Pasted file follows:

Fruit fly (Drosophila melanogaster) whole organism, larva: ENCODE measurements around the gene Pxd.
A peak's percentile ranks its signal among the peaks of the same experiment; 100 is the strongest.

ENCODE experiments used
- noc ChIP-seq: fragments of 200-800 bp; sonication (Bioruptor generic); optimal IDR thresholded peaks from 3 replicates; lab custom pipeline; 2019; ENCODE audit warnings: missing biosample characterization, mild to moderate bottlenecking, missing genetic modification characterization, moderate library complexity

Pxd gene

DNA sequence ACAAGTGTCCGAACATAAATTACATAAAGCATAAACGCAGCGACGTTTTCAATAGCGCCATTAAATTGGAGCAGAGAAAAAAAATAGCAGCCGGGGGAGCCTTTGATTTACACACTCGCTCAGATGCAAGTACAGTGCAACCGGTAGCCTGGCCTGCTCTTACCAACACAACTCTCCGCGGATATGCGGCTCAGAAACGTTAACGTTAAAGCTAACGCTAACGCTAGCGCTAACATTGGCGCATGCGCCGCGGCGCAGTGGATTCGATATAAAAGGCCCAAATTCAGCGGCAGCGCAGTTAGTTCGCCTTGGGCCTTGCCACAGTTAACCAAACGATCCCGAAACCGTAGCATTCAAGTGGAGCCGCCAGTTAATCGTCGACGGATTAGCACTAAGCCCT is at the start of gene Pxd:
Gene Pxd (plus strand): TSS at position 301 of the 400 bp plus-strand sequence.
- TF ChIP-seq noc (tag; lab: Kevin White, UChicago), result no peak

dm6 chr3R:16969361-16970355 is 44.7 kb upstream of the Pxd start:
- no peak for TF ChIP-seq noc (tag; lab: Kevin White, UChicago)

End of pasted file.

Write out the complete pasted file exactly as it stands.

Fruit fly (Drosophila melanogaster) whole organism, larva: ENCODE measurements around the gene Pxd.
A peak's percentile ranks its signal among the peaks of the same experiment; 100 is the strongest.

ENCODE experiments used
- noc ChIP-seq: fragments of 200-800 bp; sonication (Bioruptor generic); optimal IDR thresholded peaks from 3 replicates; lab custom pipeline; 2019; ENCODE audit warnings: missing biosample characterization, mild to moderate bottlenecking, missing genetic modification characterization, moderate library complexity

Pxd gene

DNA sequence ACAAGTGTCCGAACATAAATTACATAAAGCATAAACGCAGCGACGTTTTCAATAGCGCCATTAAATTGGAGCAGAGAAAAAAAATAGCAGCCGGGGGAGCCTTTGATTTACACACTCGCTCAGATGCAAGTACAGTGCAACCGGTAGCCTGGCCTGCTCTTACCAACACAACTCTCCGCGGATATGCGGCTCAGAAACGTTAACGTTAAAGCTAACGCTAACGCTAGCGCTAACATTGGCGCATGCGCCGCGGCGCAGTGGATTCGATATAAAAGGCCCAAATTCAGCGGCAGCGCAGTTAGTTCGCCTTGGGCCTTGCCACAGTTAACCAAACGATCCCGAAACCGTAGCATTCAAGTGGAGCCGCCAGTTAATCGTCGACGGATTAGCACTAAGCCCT is at the start of gene Pxd:
Gene Pxd (plus strand): TSS at position 301 of the 400 bp plus-strand sequence.
- TF ChIP-seq noc (tag; lab: Kevin White, UChicago), result no peak

dm6 chr3R:16969361-16970355 is 44.7 kb upstream of the Pxd start:
- no peak for TF ChIP-seq noc (tag; lab: Kevin White, UChicago)